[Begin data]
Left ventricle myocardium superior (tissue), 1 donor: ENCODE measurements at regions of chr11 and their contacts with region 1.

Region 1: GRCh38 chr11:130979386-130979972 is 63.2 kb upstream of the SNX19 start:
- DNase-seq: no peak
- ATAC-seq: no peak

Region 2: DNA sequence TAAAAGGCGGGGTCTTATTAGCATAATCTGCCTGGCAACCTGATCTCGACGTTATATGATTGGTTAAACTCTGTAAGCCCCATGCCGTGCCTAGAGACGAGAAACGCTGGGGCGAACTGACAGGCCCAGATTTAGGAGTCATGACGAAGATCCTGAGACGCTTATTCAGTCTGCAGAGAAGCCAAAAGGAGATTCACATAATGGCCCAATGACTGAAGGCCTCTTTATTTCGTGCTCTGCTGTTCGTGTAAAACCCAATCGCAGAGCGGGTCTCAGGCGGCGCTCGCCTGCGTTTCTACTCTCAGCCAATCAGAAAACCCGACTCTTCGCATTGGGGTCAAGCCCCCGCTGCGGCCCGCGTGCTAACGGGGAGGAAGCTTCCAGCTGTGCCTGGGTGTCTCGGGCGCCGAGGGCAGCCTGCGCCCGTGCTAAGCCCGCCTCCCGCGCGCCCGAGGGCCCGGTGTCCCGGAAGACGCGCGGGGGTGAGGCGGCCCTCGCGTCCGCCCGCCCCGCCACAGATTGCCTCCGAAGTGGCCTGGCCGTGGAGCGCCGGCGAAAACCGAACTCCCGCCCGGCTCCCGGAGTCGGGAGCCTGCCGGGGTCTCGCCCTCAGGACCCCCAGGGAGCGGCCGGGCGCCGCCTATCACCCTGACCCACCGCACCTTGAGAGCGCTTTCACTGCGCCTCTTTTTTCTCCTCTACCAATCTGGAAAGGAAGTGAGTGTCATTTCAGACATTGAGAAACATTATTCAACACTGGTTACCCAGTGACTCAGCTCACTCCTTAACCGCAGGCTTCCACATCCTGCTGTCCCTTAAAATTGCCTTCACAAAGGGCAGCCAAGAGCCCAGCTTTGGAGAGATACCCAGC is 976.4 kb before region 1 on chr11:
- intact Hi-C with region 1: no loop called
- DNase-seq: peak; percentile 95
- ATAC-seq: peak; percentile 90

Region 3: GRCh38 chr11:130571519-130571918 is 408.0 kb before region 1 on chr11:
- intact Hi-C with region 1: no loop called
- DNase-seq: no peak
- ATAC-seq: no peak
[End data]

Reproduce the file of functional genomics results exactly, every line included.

Left ventricle myocardium superior (tissue), 1 donor: ENCODE measurements at regions of chr11 and their contacts with region 1.

Region 1: GRCh38 chr11:130979386-130979972 is 63.2 kb upstream of the SNX19 start:
- DNase-seq: no peak
- ATAC-seq: no peak

Region 2: DNA sequence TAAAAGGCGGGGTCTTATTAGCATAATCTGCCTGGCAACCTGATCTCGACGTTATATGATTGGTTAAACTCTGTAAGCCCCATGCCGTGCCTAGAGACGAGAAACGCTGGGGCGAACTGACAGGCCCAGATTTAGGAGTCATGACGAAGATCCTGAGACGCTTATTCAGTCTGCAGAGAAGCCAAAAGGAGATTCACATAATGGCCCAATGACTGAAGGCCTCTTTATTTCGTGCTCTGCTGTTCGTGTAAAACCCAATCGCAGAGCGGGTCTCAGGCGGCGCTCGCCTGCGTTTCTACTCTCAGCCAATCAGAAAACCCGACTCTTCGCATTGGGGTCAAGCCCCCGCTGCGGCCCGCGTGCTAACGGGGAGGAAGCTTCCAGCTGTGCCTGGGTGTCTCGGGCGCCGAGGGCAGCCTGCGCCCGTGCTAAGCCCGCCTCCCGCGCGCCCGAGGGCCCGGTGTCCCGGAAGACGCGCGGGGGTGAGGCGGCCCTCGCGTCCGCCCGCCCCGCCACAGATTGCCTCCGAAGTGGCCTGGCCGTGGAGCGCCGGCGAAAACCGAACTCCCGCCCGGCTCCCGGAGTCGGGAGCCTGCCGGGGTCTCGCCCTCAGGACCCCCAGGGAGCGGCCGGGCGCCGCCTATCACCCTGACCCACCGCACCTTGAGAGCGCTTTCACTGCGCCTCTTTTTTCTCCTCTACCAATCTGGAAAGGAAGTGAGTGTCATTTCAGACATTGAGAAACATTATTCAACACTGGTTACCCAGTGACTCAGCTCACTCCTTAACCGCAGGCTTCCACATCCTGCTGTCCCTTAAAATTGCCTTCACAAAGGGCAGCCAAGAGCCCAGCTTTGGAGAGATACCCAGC is 976.4 kb before region 1 on chr11:
- intact Hi-C with region 1: no loop called
- DNase-seq: peak; percentile 95
- ATAC-seq: peak; percentile 90

Region 3: GRCh38 chr11:130571519-130571918 is 408.0 kb before region 1 on chr11:
- intact Hi-C with region 1: no loop called
- DNase-seq: no peak
- ATAC-seq: no peak